I have to say that I'm quite happy with Episode 14; new look, much better sound quality too. And indeed, Thank You to all of you wonderful viewers! It's quite the sight to see over 10,000 total upload views and I certainly hope I'll one day see over 100,000.
Now this video was essentially done in two parts, starting with a demonstration of flash sync speed. I would like to add that if you're using a camera/flash combo that works well together (e.i. the two devices are compatible and can "talk" to each other; generally the same manufacturer) then you may find that the equipment puts limits on what you can do. I must admit that I was a bit surprised to find that I could not set my Olympus E-3 above 1/250th of a sec shutter speed with the FL-50 flash attached. To get that "bad" photo in the video with the shutter (second curtain) partially covering the sensor, I resorted to using my dad's old manual flash hooked up to the camera via PC cable. Only then could I push the shutter speed beyond the sync speed. So with the right gear you usually don't have to worry about the sync speed, unless of course you're using a manual flash or studio strobes; in those cases knowing your sync speed is of high importance.
As for the second part of the video that dealt with FP mode, I'll start off by saying that not all cameras and flashes are capable of doing this. So if for whatever reason(s) you require such a feature, ensure you do your research before potentially getting stuck with equipment that doesn't do the job.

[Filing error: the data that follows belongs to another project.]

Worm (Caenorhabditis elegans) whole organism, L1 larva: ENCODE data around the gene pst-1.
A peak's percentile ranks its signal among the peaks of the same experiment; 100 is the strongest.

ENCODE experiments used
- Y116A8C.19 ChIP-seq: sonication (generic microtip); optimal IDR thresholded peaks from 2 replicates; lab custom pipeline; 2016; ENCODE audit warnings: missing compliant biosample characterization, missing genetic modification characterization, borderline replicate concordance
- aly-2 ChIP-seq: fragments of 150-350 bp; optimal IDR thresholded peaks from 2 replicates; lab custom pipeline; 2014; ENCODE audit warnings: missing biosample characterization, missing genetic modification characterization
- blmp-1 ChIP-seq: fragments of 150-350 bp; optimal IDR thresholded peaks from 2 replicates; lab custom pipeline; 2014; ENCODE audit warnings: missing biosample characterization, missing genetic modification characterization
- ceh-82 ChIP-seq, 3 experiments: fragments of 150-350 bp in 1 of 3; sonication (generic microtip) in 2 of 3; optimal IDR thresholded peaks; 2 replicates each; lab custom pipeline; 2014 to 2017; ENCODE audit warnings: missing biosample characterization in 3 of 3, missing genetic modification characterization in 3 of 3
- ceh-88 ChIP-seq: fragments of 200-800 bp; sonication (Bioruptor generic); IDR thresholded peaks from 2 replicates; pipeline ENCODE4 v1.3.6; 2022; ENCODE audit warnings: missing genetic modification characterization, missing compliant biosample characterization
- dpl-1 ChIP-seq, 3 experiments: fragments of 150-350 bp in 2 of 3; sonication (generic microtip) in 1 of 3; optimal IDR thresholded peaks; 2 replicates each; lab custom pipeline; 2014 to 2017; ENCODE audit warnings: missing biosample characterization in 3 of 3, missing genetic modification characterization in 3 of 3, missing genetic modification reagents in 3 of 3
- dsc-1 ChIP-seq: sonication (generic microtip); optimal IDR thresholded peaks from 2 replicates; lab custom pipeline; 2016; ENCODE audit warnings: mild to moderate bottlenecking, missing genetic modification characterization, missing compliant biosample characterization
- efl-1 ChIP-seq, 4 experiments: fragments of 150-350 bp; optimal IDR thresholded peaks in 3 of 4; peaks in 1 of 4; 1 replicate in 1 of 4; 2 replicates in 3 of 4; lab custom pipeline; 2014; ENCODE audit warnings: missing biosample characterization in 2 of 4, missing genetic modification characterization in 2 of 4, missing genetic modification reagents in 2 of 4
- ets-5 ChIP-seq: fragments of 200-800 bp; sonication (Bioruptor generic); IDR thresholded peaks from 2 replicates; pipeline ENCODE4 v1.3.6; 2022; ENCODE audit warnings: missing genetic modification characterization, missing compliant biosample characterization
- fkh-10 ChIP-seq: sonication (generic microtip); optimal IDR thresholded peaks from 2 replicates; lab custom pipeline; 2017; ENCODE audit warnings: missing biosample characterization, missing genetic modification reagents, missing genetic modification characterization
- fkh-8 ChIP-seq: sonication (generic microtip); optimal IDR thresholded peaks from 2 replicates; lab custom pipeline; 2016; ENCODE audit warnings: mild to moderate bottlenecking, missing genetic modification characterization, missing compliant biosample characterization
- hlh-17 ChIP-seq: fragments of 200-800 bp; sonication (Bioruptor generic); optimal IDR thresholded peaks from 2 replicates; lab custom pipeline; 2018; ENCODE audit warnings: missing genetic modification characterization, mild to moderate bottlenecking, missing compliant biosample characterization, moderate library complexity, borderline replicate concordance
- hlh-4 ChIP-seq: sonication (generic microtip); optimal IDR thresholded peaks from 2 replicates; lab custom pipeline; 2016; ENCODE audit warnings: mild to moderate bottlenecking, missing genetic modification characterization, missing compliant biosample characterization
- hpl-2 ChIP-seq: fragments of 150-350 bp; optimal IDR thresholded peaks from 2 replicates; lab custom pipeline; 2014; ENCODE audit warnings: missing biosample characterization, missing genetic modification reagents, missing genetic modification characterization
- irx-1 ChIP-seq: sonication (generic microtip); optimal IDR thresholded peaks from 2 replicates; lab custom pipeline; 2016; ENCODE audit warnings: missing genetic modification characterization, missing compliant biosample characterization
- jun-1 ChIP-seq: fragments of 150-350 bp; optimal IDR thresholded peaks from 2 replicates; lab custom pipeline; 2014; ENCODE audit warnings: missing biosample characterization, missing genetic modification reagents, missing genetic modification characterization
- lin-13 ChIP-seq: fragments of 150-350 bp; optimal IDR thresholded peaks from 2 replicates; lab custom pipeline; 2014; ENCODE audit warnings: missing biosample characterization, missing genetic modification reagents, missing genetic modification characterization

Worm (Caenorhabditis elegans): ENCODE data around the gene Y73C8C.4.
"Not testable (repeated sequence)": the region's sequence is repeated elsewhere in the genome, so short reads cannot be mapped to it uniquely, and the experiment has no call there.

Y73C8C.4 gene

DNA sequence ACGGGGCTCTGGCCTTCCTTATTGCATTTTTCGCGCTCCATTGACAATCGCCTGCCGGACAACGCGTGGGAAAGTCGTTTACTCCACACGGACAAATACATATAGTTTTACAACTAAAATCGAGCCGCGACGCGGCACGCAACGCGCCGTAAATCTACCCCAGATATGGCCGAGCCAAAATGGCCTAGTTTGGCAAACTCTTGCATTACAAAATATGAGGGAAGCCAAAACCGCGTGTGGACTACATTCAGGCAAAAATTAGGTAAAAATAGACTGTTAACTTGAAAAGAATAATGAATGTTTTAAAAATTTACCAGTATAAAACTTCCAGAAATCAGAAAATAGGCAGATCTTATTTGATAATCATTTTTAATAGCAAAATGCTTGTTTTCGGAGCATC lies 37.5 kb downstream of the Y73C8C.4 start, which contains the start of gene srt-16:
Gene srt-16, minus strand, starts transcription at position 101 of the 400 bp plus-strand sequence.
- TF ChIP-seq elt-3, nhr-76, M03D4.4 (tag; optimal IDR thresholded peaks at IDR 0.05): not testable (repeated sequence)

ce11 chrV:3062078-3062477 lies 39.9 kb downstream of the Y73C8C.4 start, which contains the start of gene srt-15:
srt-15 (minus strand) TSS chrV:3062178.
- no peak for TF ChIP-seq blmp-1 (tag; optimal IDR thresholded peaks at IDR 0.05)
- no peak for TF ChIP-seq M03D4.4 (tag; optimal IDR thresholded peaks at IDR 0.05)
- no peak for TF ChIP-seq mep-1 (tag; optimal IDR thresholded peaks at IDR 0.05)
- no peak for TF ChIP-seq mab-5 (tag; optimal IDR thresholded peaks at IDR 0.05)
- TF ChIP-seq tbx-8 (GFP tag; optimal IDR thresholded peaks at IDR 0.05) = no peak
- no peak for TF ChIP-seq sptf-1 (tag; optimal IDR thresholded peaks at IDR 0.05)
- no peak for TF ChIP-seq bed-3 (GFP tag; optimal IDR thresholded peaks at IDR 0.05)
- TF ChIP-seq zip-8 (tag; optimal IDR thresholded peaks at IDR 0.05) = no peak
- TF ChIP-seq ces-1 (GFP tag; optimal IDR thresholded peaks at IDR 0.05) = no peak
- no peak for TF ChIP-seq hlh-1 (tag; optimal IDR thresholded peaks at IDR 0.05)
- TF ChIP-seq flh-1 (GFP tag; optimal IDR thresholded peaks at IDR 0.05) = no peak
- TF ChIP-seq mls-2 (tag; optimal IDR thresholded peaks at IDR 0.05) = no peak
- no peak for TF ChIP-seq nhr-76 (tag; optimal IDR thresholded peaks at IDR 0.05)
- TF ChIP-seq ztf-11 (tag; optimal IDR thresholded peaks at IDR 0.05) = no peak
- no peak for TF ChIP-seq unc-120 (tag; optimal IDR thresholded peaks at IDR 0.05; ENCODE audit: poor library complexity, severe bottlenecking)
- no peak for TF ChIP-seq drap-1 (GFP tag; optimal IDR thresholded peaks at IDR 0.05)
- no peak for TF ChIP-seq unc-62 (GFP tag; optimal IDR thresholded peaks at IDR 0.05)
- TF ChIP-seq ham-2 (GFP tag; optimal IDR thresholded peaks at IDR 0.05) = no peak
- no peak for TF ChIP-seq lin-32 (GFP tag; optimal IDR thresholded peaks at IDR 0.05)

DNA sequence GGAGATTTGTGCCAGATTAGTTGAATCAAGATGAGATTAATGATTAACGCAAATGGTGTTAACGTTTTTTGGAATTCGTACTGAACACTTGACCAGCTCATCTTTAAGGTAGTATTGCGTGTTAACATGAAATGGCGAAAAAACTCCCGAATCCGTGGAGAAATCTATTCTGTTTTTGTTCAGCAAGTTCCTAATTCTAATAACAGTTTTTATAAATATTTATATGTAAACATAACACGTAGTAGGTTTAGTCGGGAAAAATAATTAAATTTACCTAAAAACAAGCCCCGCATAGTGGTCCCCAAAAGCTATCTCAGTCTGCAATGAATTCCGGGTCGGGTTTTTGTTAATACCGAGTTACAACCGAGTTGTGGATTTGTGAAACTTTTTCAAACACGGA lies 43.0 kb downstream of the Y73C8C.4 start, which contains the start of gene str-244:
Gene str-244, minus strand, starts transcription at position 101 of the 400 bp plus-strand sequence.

And as I mentioned in the video, if you want to find out more about the FP mode then do check out the links below; especially the second one. Like the author said, the FL-50 flash in particular does more or less have a very steady light output in FP mode. The high speed video clips I shot also confirm this; as far as I'm concerned no noticeable flicker or strobing is present. After playing with those clips frame by frame, the pre-flash takes approximately 1/1,200 of a second to complete (because of the rolling electronic shutter in my high speed camera, only 2 frames have light from the flash on them, but only partially on each frame), and the actual large "FP" flash lasted a whopping 12 frames. Time wise, this translates into a burst of light about 1/100th of a second long! This seems to indicate that for shutter speeds above the sync speed, the flash starts firing just before the shutter opens and keeps firing up to or even a little bit after the shutter has closed. Cool stuff!
Anyway, I certainly hope you'll join me for the next episode where I show off some of the features most flashes can do and how you can use them, especially the first and second curtain modes.
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